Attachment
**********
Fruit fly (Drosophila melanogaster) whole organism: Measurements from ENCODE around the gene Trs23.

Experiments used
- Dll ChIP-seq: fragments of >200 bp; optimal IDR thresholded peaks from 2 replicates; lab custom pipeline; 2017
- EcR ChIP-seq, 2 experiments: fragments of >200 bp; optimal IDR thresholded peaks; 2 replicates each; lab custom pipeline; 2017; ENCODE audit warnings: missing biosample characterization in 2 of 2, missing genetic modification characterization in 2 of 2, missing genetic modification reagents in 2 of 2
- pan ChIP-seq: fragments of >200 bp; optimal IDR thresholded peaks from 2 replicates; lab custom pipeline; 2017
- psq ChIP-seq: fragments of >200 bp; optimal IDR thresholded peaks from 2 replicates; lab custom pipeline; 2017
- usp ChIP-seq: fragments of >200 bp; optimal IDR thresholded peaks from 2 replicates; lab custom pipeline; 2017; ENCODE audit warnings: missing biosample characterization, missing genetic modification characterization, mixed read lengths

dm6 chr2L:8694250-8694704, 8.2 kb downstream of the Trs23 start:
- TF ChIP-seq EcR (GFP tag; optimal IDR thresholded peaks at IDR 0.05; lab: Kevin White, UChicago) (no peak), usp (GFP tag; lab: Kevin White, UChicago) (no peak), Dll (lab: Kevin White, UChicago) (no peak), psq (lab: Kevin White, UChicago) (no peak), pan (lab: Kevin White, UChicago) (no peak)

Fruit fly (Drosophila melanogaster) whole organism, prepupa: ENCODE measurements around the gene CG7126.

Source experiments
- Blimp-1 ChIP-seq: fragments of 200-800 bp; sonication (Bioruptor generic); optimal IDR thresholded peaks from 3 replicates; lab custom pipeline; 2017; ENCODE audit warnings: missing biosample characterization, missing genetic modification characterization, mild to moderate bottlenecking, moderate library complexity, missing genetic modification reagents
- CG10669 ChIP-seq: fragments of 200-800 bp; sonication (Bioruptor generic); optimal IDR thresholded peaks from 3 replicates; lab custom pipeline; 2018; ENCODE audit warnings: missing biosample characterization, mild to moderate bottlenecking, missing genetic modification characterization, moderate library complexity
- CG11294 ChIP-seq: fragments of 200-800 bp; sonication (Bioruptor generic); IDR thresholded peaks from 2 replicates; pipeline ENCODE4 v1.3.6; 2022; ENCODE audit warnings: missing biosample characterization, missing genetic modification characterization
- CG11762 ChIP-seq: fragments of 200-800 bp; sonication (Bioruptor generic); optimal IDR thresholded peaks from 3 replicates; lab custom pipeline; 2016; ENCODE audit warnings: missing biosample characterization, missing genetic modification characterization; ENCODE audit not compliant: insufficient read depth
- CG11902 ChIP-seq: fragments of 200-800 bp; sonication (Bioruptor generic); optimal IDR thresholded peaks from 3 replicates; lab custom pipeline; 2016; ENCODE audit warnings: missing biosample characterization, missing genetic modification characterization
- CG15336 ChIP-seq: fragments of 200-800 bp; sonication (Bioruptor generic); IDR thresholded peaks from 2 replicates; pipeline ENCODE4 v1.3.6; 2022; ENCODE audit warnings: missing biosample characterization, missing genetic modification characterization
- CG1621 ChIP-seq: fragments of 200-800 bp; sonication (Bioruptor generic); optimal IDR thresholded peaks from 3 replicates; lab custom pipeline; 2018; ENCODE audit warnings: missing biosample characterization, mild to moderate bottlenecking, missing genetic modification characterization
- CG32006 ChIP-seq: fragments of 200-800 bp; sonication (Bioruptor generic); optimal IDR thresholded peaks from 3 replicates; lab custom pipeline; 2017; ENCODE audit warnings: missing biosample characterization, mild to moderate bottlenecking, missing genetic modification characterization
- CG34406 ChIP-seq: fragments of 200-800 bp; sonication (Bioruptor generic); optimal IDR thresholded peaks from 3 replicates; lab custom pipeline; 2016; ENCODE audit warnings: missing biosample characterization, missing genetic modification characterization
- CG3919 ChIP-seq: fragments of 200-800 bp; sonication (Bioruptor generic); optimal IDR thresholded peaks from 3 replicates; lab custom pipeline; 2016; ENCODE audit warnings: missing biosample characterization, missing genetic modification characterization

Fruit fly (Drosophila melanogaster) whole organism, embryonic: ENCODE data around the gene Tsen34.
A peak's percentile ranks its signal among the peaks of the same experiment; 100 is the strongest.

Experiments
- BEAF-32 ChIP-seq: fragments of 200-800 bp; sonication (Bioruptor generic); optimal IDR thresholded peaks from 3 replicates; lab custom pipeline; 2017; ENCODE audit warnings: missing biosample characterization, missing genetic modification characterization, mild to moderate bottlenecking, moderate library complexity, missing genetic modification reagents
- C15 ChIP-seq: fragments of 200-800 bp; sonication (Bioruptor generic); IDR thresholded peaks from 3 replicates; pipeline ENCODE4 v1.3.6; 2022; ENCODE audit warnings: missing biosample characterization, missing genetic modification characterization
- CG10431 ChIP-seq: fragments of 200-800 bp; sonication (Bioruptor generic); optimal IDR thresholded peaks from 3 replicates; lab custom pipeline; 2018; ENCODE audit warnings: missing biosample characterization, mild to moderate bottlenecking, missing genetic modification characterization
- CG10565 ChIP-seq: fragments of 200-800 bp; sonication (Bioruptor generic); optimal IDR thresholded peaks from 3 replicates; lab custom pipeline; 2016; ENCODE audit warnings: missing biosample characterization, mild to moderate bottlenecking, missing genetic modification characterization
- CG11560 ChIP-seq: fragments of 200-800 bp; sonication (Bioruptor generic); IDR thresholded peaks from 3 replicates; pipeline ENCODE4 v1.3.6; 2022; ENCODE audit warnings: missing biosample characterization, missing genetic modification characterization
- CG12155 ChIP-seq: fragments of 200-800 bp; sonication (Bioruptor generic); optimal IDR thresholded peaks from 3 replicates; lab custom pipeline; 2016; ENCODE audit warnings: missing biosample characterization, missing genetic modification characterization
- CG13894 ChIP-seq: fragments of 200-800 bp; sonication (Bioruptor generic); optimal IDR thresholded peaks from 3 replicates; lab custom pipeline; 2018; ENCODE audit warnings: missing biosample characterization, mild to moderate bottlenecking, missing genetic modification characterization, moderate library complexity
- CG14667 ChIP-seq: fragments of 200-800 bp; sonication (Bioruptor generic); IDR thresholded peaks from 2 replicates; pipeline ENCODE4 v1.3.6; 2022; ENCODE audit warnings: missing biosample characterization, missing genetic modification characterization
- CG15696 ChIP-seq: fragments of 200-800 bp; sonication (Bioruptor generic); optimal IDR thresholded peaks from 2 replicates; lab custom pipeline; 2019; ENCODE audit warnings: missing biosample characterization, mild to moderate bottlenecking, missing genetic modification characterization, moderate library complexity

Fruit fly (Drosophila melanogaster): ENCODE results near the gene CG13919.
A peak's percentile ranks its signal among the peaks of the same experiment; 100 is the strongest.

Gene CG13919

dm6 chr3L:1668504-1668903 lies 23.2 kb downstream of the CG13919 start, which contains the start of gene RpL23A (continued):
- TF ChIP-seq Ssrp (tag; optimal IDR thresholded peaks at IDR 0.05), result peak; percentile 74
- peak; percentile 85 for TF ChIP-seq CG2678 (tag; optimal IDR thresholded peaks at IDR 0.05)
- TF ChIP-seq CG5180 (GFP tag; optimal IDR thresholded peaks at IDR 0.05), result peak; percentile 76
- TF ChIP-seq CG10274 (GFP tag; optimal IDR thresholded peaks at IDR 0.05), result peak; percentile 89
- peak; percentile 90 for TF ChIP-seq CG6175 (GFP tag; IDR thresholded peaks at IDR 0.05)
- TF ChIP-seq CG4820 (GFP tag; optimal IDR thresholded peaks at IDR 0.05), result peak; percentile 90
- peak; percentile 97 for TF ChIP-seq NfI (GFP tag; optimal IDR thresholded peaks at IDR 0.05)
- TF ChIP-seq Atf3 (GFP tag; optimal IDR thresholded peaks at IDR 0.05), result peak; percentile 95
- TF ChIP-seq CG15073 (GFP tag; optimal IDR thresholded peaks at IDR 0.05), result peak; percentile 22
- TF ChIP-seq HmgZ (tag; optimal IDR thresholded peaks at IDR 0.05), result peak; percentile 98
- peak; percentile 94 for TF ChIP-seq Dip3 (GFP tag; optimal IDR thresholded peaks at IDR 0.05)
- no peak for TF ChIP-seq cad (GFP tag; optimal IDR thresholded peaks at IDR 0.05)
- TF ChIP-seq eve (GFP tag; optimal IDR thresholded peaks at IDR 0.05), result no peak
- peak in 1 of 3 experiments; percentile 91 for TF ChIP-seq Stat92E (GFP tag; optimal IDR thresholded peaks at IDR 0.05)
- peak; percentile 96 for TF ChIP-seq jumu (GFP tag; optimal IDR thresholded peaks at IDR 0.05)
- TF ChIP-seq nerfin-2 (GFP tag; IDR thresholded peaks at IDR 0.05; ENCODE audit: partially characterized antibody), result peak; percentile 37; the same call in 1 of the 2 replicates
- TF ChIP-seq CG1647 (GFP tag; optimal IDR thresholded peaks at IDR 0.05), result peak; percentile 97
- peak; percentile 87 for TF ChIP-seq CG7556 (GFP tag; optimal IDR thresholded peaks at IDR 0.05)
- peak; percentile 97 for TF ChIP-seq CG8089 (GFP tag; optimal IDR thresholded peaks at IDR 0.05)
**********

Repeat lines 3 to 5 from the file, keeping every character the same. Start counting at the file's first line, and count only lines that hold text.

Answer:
- Dll ChIP-seq: fragments of >200 bp; optimal IDR thresholded peaks from 2 replicates; lab custom pipeline; 2017
- EcR ChIP-seq, 2 experiments: fragments of >200 bp; optimal IDR thresholded peaks; 2 replicates each; lab custom pipeline; 2017; ENCODE audit warnings: missing biosample characterization in 2 of 2, missing genetic modification characterization in 2 of 2, missing genetic modification reagents in 2 of 2
- pan ChIP-seq: fragments of >200 bp; optimal IDR thresholded peaks from 2 replicates; lab custom pipeline; 2017